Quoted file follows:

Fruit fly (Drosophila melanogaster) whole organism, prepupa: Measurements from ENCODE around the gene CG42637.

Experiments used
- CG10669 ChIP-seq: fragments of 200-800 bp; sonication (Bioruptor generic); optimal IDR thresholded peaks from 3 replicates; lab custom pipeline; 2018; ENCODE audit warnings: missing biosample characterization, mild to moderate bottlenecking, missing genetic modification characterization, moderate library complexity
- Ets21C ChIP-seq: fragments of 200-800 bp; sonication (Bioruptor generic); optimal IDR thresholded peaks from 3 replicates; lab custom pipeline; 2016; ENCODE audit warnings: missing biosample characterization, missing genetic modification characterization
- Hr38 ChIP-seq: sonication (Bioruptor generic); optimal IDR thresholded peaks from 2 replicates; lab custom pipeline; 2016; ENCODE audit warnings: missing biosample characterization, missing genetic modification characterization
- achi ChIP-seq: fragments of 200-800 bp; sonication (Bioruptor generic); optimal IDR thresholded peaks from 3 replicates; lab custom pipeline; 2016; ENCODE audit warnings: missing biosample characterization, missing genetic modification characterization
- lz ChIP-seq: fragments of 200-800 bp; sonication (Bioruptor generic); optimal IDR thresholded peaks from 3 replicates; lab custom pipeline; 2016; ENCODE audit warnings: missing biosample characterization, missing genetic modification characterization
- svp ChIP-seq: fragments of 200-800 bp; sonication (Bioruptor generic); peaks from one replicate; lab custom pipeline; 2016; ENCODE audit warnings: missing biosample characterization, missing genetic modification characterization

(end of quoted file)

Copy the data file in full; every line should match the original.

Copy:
Fruit fly (Drosophila melanogaster) whole organism, prepupa: Measurements from ENCODE around the gene CG42637.

Experiments used
- CG10669 ChIP-seq: fragments of 200-800 bp; sonication (Bioruptor generic); optimal IDR thresholded peaks from 3 replicates; lab custom pipeline; 2018; ENCODE audit warnings: missing biosample characterization, mild to moderate bottlenecking, missing genetic modification characterization, moderate library complexity
- Ets21C ChIP-seq: fragments of 200-800 bp; sonication (Bioruptor generic); optimal IDR thresholded peaks from 3 replicates; lab custom pipeline; 2016; ENCODE audit warnings: missing biosample characterization, missing genetic modification characterization
- Hr38 ChIP-seq: sonication (Bioruptor generic); optimal IDR thresholded peaks from 2 replicates; lab custom pipeline; 2016; ENCODE audit warnings: missing biosample characterization, missing genetic modification characterization
- achi ChIP-seq: fragments of 200-800 bp; sonication (Bioruptor generic); optimal IDR thresholded peaks from 3 replicates; lab custom pipeline; 2016; ENCODE audit warnings: missing biosample characterization, missing genetic modification characterization
- lz ChIP-seq: fragments of 200-800 bp; sonication (Bioruptor generic); optimal IDR thresholded peaks from 3 replicates; lab custom pipeline; 2016; ENCODE audit warnings: missing biosample characterization, missing genetic modification characterization
- svp ChIP-seq: fragments of 200-800 bp; sonication (Bioruptor generic); peaks from one replicate; lab custom pipeline; 2016; ENCODE audit warnings: missing biosample characterization, missing genetic modification characterization